Review: 2009 Nissan Rogue SL FWD
This 2009 review is representative of model years 2008 to 2013.
By Evan Griffey of MSN Autos
Shrinkage is inevitable. Everything seems to be getting smaller, whether we’re talking about portion sizes in restaurants, the funds in our money market accounts or even cars. Take the 2009 Nissan Rogue. Think of it as a mini Murano.
Based on the Nissan|Sentra sedan, the Rogue delivers the utility of an SUV, the fuel efficiency of a passenger car and a surprisingly lively driving experience, all at an attractive price point. It is basically a crossover that hasn’t quite crossed all the way over, retaining much of its passenger-car roots. As such, it doesn’t offer the same cargo capacity as the more family-friendly Honda CR-V and Toyota RAV4. Yet the 2009 Nissan Rogue is a good choice for those who need less utility and are more prone to city commuting, and it stands out from the crowd thanks to its carlike manners and well-crafted interior.
Our Iridium Graphite SL FWD tester was adorned with the Premium Appearance Package ($1,930) and the Leather Package ($1,960). With floor mats ($110), roof rails ($230) and the Garmin nav system ($540), it priced out at $27,350, including destination charges.
The Nissan’s Premium Appearance Package includes a Bose-based 8-speaker audio system with MP3 playback capability, Bluetooth connectivity, 6-way manually adjustable front seats, HID headlights, fog lights, keyless entry and ignition, and cargo organizer. The Premium package is a prerequisite for the Leather Package. It adds leather-wrapped seats, steering wheel and shift knob. The front bucket seats are upgraded to 6-way power adjustment and fitted with warmers, and the driver’s seat gets lumbar adjustment. Auto up and down windows, Home Link and an auto-dimming rearview mirror with compass round out the package.
Under the Hood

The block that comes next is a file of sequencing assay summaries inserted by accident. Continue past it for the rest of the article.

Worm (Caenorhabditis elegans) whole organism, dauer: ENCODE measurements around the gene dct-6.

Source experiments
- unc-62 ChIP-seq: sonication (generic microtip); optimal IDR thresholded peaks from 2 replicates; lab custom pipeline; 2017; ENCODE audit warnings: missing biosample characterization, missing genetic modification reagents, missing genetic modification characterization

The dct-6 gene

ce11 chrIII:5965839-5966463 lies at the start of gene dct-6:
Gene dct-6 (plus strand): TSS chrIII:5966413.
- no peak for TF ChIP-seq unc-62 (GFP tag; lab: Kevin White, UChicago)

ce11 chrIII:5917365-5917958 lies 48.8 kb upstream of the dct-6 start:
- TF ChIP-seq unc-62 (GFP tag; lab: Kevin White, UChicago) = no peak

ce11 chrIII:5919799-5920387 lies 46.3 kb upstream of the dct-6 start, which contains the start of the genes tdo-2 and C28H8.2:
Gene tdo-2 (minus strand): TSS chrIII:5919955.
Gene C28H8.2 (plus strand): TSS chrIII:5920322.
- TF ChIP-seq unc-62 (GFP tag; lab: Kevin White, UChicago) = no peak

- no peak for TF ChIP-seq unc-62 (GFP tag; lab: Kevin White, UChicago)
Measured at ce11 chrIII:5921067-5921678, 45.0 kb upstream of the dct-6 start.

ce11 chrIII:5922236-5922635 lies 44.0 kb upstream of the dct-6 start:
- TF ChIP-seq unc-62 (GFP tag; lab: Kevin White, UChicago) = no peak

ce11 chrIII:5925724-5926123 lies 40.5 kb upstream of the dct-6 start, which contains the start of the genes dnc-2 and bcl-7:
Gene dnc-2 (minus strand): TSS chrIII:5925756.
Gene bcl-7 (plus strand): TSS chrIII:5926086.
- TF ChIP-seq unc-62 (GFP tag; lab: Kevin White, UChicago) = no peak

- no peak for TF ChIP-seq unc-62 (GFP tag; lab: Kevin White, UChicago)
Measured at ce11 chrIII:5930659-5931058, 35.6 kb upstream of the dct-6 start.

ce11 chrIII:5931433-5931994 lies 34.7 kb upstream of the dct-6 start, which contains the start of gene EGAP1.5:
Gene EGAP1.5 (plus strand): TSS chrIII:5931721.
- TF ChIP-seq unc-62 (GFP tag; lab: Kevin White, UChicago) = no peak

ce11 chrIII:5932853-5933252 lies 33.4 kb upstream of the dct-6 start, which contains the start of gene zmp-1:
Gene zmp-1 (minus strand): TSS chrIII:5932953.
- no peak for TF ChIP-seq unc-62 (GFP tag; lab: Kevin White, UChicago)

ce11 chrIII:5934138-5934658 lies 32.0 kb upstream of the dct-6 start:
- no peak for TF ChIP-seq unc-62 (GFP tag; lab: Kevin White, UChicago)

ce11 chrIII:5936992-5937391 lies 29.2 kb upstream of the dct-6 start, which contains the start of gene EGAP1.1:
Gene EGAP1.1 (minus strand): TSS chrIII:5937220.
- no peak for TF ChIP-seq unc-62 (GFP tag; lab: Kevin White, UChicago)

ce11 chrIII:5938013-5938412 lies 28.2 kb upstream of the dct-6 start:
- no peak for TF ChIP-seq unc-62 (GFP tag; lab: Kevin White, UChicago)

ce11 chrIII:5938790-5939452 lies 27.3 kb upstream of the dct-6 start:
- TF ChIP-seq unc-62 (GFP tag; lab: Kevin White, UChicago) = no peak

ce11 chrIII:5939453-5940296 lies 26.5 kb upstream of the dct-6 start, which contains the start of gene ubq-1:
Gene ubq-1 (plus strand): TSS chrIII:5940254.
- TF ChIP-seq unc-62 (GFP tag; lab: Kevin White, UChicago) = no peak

The key to the Rogue’s fuel-efficiency is its Xtronic CVT. There are three popular CVT designs in the automotive realm; Nissan’s Xtronic is a variable pulley design. This type of CVT transmission delivers seamless acceleration because the gearbox has no mechanical gears or fixed gear ratios. Its effective gear ratios can fall anywhere within the minimum and maximum capabilities of its pulley system. A pulley called the drive pulley is connected to the engine’s crankshaft outlet, and another, called the output pulley, is connected to the drivetrain. The transmission is able to change the radii between both pulleys, thereby creating different “gear ratios” within the transmission.
There is a bit of a love/hate vibe when it comes to CVTs. The biggest complaints focus on initial throttle tip-in and release at highway cruising speeds, higher revving from under the hood in certain driving conditions and a “clutch slip” feel when under hard acceleration. These misgivings are more about user perception than how CVTs perform.
Due to a combination of its pulley design and the sophistication of its computer control system, Nissan’s Xtronic displays none of these tendencies. There is an initial hesitation to the driveline upon startup, but once on the road the Rogue drives like an automatic without the sensation of shifting gears.
Rear-seat passengers have plenty of room, and the Rogue offers a maximum 57.9 cubic feet of cargo area. Part of the Premium Appearance Package, the foldable cargo organizer proved quite handy at keeping grocery bags in check while retaining space for bulkier items. Overall, the interior is cozy and well-organized without being too gimmicky or pretentious; definitely one of the Rogue’s strong points.
On the Road
Around town, the Rogue’s driving dynamics provide the clearest link to its Sentra heritage. It feels like a car in most every respect. The Nissan’s tall-sidewall 60-series tires and well-sorted suspension translates into carlike ride quality. In fact, the Rogue feels like it’s riding on clouds: cushy, compliant and controlled, no matter the situation. Potholes, speed bumps and gravel roads are all easily handled by the small sport utility. When asked for more cornering capability, the Rogue proves that its steering and brakes are more than up to the task. As expected, the Rogue understeers when pushed, but this spirited crossover has a surprising fun factor.
Right for You?
Evan Griffey served as an editor of Turbo & High Tech Performance, a pioneering publication about sport-compact tuning. Today Griffeyfreelances for Import Tuner, Sport Compact Car, Car Audio and Siphon.
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